Hightower pointed into his cell. “Take that blanket down, Bonner.”

“Suck my cock—Sarge . . . ”

Hightower looked  as if he couldn’t believe what he’d heard. “Oh yeah?” he said. “That blanket’s coming down. You gonna cop that pussy, or fight my team, white boy?”

“I’m gonna kill your goddamn team.”

Hightower shook his head. “No, we’re gonna smash your stupid, peckerwood ass.”

“That’s Mr. Peckerwood to you, nigger.” Again, Hitman’s insane laugh.

Hightower’s face was a violent storm. “Don’t go anywhere, Bonner,” he quipped, “’cause it’s about to be Mr. Nigger, to you.”

With that, Hightower laughed nervously and stalked off to suit up his react team.

Hitman disappeared behind his blanket, making last-minute arrangements. In preparation, he’d collected several weeks’ worth of newspaper from others, crumpled the individual sheets, and doused the knee-high, wall-to-wall pile with two large bottles of baby oil. He’d also coated the floor with petroleum jelly and rigged a trip-line low on the cell entranceway.

He knocked the warclub against my wall again as he climbed atop the upper bunk, gaining high-ground advantage.

Within a few minutes, the react team came stomping in formation through the crashgate, Fontenot—as expected—wielding the steel shield in front of them like a battering ram. A female video camera operator trailed several yards behind, taping the Use-of-Force.

When they reached Hitman’s cell, Fontenot slammed the shield against the front of it, employing the unnerving impact to full psychological effect. Startled yet again, my heart raced back into my throat.

Hightower shouted, “Inmate Bonner, I’m giving you a direct order to submit to a stripsearch and hand restraints.”

“Suck it, niggerrr,” Hitman drawled from behind his blind. He made loud meowing sounds and laughed at himself.

“The inmate has refused the first command,” Hightower said, dictating into the record.

“Inmate Bonner, this is your second and final order to submit to a stripsearch and hand restraints.”

“Gonna kill you whoredogs . . . ” Hitman growled.

“At this time the inmate has refused my second command to submit to a stripsearch and restraints. Force will be utilized to gain his compliance.”

When they realized action was imminent, the prisoners in the cellblock began to chant and hoot, “HooHa! HooHa! HooHa!” banging in rhythm on their cell bars. Hightower now had to shout at the top of his lungs to be heard.

“Team, ready positions!”

Fear was evident in the wide-eyed looks of the five strong men—three black and two white—dressed in  full riot gear. They shook as they bunched-up in close, single-file formation, their hands trembling on the shoulders of the one in front and Fontenot nervously throttling the steel handles of the battering shield.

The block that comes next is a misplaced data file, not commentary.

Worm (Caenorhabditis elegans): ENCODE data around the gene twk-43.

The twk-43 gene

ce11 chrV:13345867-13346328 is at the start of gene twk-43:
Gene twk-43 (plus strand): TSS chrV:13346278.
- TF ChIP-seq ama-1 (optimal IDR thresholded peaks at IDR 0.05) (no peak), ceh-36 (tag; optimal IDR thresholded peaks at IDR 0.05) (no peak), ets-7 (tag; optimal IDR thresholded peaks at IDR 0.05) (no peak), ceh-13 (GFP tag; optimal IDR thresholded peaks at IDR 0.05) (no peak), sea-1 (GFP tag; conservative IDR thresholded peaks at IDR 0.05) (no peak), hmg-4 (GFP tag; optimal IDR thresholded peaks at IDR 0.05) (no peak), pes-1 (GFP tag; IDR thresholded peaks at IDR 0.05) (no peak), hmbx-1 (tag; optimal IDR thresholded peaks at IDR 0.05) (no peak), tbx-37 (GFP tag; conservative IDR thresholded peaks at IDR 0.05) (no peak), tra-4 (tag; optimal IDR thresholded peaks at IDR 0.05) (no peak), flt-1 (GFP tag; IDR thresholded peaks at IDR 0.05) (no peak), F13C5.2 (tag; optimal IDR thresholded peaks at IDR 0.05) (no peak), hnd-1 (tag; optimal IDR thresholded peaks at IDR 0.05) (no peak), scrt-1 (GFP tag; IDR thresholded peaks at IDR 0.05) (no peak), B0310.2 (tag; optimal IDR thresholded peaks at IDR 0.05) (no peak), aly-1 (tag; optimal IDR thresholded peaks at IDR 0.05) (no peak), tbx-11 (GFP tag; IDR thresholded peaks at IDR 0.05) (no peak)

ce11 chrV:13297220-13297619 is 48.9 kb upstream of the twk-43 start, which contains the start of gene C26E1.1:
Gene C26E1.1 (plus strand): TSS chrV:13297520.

“On my signal,” Hightower shouted.

The cacophony in the cellblock redoubled. “Hoo! Hoo! Hoo!” Bang! Bang! Bang!

The security pin popped from its slot with a loud clang in the gearworks of Hitman’s cell door. The team shifted their feet, trying for better traction.

Hightower lifted a hand into the air and circled it. “Roll it!” he shouted.

The cellblock exploded in cheers of bloodlust, the prisoners shouting and shaking their cell doors in proxy participation.

The heavy door on Hitman’s cell ground in complaint as it made its slow concourse.

“Yaaarghhh!” Hitman let fly a barbarian warcry from somewhere so deep within it made my hair stand on end. The team answered with their own cries, but I could sense fear in theirs. There was no fear in Hitman—none.

Just as suddenly, they rushed in, boots digging and stomping like a cattle stampede.

Boom! The very first crash was clearly Hitman’s warclub against one of the retrofitted motorcycle helmets. It sounded like Barry Bonds smashing a coconut with his Louisville.

“Heeyah! Heeyah! Heeyah!” Each expulsion of effort was followed by a crushing, devastating blow from the club.

The battering shield smashed into the commode in the back of the cell, shattering it and sounding like an avalanche of boulders tumbling around inside a cement mixer.

Someone screamed, “Aaahhh! Fire! Fire!”

Hightower was outside his cell, hopping around on the balls of his feet, trying to get a view into the melee.

“Oh shit! Retreat! Retreat! Retreat!” he shouted. The flames were flaring up.

The team scrambled out, going backward faster than they had gone in, and Hitman chased them with his club, leaving Fontenot lying in the roiling fire, unconscious.

Hitman roared, swinging the club with both hands. To prevent from being disarmed, he had it lanyarded around his right wrist through a hole in the end of the handle.

The four remaining team members panicked, scattering in every direction. Hitman chased one and then the other here and there. When he went after Hightower, he too scrambled.

Hitman’s eyes fell on the camera operator. He charged.

She didn’t have the camera’s safety strap around her neck, and when she realized her danger, dropped it with a scream and ran up the stairs.

Canned goods, cups, boots and light bulbs began raining down from the tiers above, pelting the guards and Hitman alike.